Lossy vector to text as compression

I understand that the text to vector operation is a one-way operation and that it is not reversible. However, is it possible to convert an embedding into a shorter (could be gibberish) text that could be used in a system prompt to infuse information or context without taking up too many tokens…

In other words, Given a text-to-vector operation:
text_to_vec(“The quick brown fox jumps over the lazy dog”) → [31, 19, …, 62]

Is it possible to do a reverse vector-to-text operation that would yield an arbitrary string:
vec_to_text([31, 19, …, 62]) → some gibberish string like “fjeGUNjef5nJFN”

Where the text-to-vector operation on that string would yield the same (or a very similar) vector to the original one:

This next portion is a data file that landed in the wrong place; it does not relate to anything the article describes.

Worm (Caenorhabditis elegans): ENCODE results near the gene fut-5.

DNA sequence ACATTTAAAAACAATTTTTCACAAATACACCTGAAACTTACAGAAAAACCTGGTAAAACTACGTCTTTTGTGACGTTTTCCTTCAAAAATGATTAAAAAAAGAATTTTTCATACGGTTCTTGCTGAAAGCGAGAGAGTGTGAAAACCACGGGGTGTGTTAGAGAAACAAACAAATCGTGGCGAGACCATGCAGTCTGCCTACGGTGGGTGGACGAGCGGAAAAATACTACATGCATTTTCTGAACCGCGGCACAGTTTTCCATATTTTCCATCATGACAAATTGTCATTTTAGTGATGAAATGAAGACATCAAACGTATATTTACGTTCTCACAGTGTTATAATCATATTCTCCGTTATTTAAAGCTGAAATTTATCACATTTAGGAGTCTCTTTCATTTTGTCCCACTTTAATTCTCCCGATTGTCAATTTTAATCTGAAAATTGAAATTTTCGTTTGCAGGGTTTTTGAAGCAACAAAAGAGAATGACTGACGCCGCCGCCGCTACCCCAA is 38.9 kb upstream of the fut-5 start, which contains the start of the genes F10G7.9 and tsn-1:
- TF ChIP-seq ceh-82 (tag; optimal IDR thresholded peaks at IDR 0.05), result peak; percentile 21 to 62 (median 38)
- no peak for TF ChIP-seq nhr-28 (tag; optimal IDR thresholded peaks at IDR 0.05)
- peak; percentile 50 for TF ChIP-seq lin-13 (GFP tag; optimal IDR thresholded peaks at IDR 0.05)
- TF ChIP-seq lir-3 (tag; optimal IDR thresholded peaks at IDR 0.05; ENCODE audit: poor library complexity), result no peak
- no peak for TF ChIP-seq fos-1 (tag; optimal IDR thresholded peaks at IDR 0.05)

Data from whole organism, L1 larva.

text_to_vec (“fjeGUNjef5nJFN”) → [31, 19, …, 62]

The purpose would be to replace a longer string with a shorter one (containing less tokens)

Does this make any sense?

The best inverse you can do, so map a vector to text, is to take the vector, correlate it to previous vectors, find the closest one, and return the text behind this closest vector.

This is a pseudo inverse, not a real inverse.

As for shortening text, why not just have the LLM attempt this. Or you can try extracting keywords (with or without an LLM) and use this as your shortened text.


This spawned an idea…

Have a model generate shortened summary text, compare the embeddings, and repeat until you reach a certain threshold of similarity.

Repeat for a few thousand different bits of text, then fine-tune a model for this type of text compression.